KCPD has decreased numbers of DV
While the Kansas City Police Department (KCPD) received fewer domestic violence (DV) cases in 2011 than previous years, organizations in the metro area have seen record numbers of domestic violence victims seeking their help.
The KCPD reports that in 2011, there were 3,270 assaults, which was a reduction of 518 from the prior year. According to their records, there were 4,244 reported assaults in 2009 and 3,788 reported assaults in 2010, a decrease of 556 from the previous year.
Three primary factors leading to the KCPD’s decreased cases include a downward trend in violence across the nation overall, the Lethality Assessment Program, and increased activity of domestic violence organizations, said Detective Benjamin Caldwell of the KCPD’s Domestic Violence Section.
“The KCPD instituted the Lethality Assessment Program in 2009 where in victims are screened after an assault and those who screen in as high lethality are put in contact with a DV advocate who can link them to services such as safety planning, shelter, and counseling. Studies have revealed a direct correlation between the institution of such a program and a drop in DV assaults,” Caldwell said. “Also, domestic violence shelters continue to partner with the community and reach out to victims of domestic violence and have continued to increase services each year as funding has been increased.”
Organization SAFEHOME has increase in DV cases
“We have definitely seen an increase in number of domestic violence cases, severity of cases, and people seeking our services this year,” said Sharon Katz, Executive Director of SAFEHOME in Johnson County. SAFEHOME is an organization that has served the Kansas City area since 1980, providing services for victims of domestic violence and their children though shelter, counseling, housing, economic and court advocacy programs.
This year, SAFEHOME has assisted 6,888 individuals, according to their 2011 Annual Agency Report. SAFEHOME received 4,046 crisis phone calls, 500 more than in 2010. The organization reported a record number of people sheltered in 2011: 353 women and children were sheltered, 91 more women and children than in 2010.
“We have steadily been over capacity in the shelter this year,” Katz said. “We consider 45 (occupied) beds at capacity and we’ve had up to 57 people at a time. Many (housed this year), 44, were housed at least briefly in our living room on mattresses because they were in life-threatening situations. We are seeing people staying with us longer and with fewer turnovers there are fewer beds.”
Many clients, but not all, report cases of domestic violence to the police, Katz said. “Victims are not calling (SAFEHOME or the police) as early as usual,” she said. “Economic hardships have led people to feel they can’t leave (their homes).”
A struggling economy is a factor in delayed calls reporting domestic violence, more severe cases, and longer stays in SAFEHOME shelters as clients try to get on their feet, Katz said. While the economy can contribute to higher demands of SAFEHOME’s services, Katz said she also believes the Lethality Assessment Protocol has had a huge impact on the numbers.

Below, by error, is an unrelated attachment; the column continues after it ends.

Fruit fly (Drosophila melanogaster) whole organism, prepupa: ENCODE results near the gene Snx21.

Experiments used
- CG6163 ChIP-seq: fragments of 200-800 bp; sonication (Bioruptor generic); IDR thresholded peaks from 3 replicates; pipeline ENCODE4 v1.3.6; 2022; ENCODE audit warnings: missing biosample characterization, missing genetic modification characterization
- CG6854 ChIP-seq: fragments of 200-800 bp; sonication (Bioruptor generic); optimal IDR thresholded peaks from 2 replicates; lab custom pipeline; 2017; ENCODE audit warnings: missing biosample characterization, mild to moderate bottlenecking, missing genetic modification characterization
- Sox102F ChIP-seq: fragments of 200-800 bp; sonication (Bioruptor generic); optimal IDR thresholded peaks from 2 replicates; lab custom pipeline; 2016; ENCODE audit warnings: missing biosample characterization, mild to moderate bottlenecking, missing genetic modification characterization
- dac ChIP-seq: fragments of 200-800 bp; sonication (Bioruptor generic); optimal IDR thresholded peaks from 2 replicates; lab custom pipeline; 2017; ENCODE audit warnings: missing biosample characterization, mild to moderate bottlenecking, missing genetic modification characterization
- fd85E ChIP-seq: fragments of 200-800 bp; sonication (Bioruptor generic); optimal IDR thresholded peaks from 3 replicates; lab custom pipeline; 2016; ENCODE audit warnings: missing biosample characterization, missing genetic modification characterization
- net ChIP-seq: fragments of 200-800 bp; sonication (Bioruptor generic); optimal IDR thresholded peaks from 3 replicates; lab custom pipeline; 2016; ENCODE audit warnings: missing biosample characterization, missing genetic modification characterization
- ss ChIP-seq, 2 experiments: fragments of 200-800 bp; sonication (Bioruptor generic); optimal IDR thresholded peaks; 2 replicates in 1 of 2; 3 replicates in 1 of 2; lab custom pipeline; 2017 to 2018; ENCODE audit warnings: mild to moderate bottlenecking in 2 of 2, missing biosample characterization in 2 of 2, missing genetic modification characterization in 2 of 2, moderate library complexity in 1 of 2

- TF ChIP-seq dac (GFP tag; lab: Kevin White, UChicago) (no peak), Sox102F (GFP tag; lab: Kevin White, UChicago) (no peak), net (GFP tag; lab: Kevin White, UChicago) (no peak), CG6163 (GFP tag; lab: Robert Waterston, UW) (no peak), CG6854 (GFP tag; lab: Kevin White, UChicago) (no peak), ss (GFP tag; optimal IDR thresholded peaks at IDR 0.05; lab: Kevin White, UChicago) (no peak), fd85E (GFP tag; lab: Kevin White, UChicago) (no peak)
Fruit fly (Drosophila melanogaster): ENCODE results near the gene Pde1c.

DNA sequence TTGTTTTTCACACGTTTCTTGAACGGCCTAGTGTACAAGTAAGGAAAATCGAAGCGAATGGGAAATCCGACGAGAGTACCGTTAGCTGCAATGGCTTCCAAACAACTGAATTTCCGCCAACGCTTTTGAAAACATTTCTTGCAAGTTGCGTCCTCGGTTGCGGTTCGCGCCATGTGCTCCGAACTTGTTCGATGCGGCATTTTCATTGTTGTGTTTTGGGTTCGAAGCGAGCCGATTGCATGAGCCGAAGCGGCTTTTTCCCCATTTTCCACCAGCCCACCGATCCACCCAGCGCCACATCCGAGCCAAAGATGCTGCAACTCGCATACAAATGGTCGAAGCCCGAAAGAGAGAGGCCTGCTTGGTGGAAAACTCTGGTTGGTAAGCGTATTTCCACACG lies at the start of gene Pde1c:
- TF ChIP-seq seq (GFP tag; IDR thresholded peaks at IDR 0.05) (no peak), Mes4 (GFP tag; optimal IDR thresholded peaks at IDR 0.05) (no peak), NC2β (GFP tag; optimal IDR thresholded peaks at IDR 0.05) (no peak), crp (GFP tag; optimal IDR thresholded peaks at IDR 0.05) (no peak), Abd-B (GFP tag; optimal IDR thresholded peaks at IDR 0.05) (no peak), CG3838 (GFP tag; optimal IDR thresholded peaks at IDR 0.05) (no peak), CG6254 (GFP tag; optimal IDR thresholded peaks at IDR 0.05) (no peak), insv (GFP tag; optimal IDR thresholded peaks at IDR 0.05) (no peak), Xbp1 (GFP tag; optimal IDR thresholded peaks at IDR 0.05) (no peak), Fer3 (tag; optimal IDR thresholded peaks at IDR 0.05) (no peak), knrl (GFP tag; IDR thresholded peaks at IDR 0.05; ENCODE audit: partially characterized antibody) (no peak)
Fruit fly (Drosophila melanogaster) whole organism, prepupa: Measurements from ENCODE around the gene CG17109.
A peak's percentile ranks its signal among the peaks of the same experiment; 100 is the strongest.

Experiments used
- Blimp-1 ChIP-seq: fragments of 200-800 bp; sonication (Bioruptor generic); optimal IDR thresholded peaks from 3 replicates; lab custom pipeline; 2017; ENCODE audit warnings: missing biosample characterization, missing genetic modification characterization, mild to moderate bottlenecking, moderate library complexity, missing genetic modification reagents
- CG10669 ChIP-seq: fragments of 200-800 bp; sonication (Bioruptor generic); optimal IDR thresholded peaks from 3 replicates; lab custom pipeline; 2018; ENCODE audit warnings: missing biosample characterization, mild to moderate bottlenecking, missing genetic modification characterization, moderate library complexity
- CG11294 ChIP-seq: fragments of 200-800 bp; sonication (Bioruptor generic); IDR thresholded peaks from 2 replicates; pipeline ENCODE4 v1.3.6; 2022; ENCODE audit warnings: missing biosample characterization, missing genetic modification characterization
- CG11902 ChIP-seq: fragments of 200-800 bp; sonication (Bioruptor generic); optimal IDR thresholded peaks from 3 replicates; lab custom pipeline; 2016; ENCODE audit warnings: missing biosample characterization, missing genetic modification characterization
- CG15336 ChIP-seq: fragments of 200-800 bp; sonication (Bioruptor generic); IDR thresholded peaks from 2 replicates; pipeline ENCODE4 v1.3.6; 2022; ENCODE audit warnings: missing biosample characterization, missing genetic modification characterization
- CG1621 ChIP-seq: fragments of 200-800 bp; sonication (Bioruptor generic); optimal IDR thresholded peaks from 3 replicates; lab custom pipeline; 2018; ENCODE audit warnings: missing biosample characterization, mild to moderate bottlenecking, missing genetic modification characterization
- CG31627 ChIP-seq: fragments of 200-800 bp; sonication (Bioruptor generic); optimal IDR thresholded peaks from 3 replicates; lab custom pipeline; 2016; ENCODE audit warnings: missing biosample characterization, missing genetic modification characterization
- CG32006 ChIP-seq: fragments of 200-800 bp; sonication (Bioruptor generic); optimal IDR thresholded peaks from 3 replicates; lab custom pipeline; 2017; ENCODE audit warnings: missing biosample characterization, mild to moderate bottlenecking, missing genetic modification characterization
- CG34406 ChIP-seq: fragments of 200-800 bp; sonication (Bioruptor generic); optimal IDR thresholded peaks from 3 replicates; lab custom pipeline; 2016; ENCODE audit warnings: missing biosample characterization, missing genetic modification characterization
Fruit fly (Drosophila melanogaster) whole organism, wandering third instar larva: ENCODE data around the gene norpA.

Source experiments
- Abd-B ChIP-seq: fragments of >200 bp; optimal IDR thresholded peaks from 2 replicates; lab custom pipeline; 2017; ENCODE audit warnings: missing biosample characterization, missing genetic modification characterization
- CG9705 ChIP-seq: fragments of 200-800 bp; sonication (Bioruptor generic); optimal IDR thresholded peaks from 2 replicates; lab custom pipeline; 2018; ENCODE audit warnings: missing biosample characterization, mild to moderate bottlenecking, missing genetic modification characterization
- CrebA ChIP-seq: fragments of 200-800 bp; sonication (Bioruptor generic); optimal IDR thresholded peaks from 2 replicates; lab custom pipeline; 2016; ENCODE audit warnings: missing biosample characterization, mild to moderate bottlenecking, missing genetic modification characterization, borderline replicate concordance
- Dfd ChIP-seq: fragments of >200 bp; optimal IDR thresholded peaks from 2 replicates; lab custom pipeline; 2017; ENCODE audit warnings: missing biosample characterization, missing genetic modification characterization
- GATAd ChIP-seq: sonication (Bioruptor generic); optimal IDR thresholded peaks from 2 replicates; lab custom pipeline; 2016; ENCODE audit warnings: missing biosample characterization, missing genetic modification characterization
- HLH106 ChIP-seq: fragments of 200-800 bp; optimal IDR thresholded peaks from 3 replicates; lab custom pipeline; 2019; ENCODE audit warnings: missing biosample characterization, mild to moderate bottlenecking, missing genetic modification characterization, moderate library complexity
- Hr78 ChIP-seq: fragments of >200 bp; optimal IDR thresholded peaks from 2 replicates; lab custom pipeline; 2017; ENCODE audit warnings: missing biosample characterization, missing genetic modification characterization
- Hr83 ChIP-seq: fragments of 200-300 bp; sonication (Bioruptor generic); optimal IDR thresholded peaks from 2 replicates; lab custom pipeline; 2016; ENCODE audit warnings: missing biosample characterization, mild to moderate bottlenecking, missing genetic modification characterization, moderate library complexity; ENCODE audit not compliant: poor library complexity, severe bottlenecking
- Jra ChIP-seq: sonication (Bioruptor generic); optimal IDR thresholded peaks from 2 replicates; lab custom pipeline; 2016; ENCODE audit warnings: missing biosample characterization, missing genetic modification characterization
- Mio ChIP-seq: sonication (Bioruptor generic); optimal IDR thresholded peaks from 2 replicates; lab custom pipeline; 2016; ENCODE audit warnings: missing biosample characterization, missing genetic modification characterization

SAFEHOME strives to ramp up its programs to serve the increased needs of clients. It has taken on additional part-time staff and interns as it expects more demand of services and space, Katz said.
Caldwell said he is not surprised with the increase of people seeking DV services. Incidents of domestic violence assaults are often unreported for a myriad of reasons such as fear of increased violence, immigration status, lack of family support, financial dependency on the abuser, and children. Also, domestic violence is rarely a single event, so victims may not alert the police the each time.
“The only problem I see with this model is that there are limited resources in the form of money and a limited number of beds at shelters,” Caldwell said. “The Kansas City region has done a wonderful job of supporting the shelters that provide the many invaluable services to those who have been abused. It is the hope of the KCPD and the domestic violence community as a whole that the community continues to keep those in need at the forefront of the mind and continue to help those who so desperately need it.”
By the numbers
Kansas City Police Department domestic violence cases:
- 2009: 4,244 assaults
- 2010: 3,788 assaults
- 2011: 3,270 assaults
*Source: Kansas City Police Dept. – 1/26/12
Clients served at SAFEHOME – increases between 2010 and 2011
- Housed 353 women and children in the shelter, 91 more women and children than in 2010, a record number.
- Answered almost 500 more crisis calls in 2011.
- Saw over 50 more victims and children in the counseling program this year.
- Met with more than 100 additional victims in hospitals in 2011 in the BridgeSpan program.
- Provided civil legal services to 80 more clients than in 2010.
- Met with more than 175 additional victims at the courthouse.
*Source: Safehome 2011 Annual Agency Report – 1/24/12
*NOTE: Both the KCPD and SAFEHOME address domestic violence cases of all genders and relationships (heterosexual and homosexual), though do not have statistics regarding the number of such cases.